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Anchor in the Storm – Tour of Boston, Old State House Area

Tour of Boston Old StateAnchor in the Storm is coming soon! The second book in the Waves of Freedom series officially releases on May 3, 2016, but it’s already available at many locations.

The city of Boston is fascinating—chockfull of history and color. While best known for its key role in the American Revolution, the city also played a role in World War II, with busy shipyards and naval bases—and more! The city’s reputation for revolutionary foment and its naval heritage set a great backdrop for Anchor in the Storm, set in the tumult of 1942, as the nation reeled from the news of Pearl Harbor—and from the U-boat war raging off the East Coast.

I’ve been blessed to visit Boston a number of times. In July 2014, I made a research trip and took lots of pictures to help me visualize the story. We’ll follow the Freedom Trail, established in the 1950s to connect Boston’s multiple historical sites.

Old State House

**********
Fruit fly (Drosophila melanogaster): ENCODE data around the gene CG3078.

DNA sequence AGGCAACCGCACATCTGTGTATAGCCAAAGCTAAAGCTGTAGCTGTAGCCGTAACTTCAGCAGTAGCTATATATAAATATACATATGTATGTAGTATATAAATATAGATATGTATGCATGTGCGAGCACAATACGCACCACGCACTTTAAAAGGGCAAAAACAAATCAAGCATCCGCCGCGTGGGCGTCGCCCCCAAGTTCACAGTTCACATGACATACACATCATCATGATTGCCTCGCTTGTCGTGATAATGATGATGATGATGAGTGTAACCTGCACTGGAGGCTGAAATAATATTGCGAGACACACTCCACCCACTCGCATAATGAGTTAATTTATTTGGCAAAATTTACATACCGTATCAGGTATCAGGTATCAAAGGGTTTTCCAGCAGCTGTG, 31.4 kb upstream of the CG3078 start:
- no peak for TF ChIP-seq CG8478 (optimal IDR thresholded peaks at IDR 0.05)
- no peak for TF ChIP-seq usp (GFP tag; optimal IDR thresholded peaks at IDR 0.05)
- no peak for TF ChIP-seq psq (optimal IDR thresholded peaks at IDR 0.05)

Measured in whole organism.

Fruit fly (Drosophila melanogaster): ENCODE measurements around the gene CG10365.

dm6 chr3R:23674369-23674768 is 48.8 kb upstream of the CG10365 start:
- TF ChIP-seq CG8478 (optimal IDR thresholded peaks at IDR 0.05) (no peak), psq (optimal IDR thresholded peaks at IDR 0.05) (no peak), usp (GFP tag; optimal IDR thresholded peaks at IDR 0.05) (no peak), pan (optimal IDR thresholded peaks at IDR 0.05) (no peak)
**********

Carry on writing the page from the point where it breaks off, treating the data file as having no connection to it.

Built in 1713, the Old State House served as the seat of Massachusetts’s colonial government, and was the tallest building in Boston until Old North Church erected its steeple and bell tower in 1745. In 1768 at the Old State House, the House of Representatives called on the colonists to resist British taxation. In 1776, the Declaration of Independence was first read to Bostonians from the balcony of the building, which then became the seat of the new government of the Commonwealth of Massachusetts.

In 1798, the current State House was completed. The Old State House was used for various purposes and served as City Hall from 1830-41. In 1904, a subway station was built in the basement and operates to this day.

Old State House, Boston, MA. (Photo: Sarah Sundin, July 2014)

Old State House, Boston, MA. (Photo: Sarah Sundin, July 2014)

Boston Massacre Site

Right in front of the Old State House is the site of the Boston Massacre. On March 5, 1770, a clash between a British guard and a Bostonian escalated. Soon a mob of colonists threw snowballs and rocks at the soldiers…and then the Redcoats opened fire. Five colonists died from their wounds, including fugitive slave Crispus Attucks. The Sons of Liberty, including Paul Revere and Samuel Adams, used the incident to bolster their case for revolution.

Site of the Boston Massacre, Boston, MA (Photo: Sarah Sundin, July 2014)

Site of the Boston Massacre, Boston, MA (Photo: Sarah Sundin, July 2014)

Faneuil Hall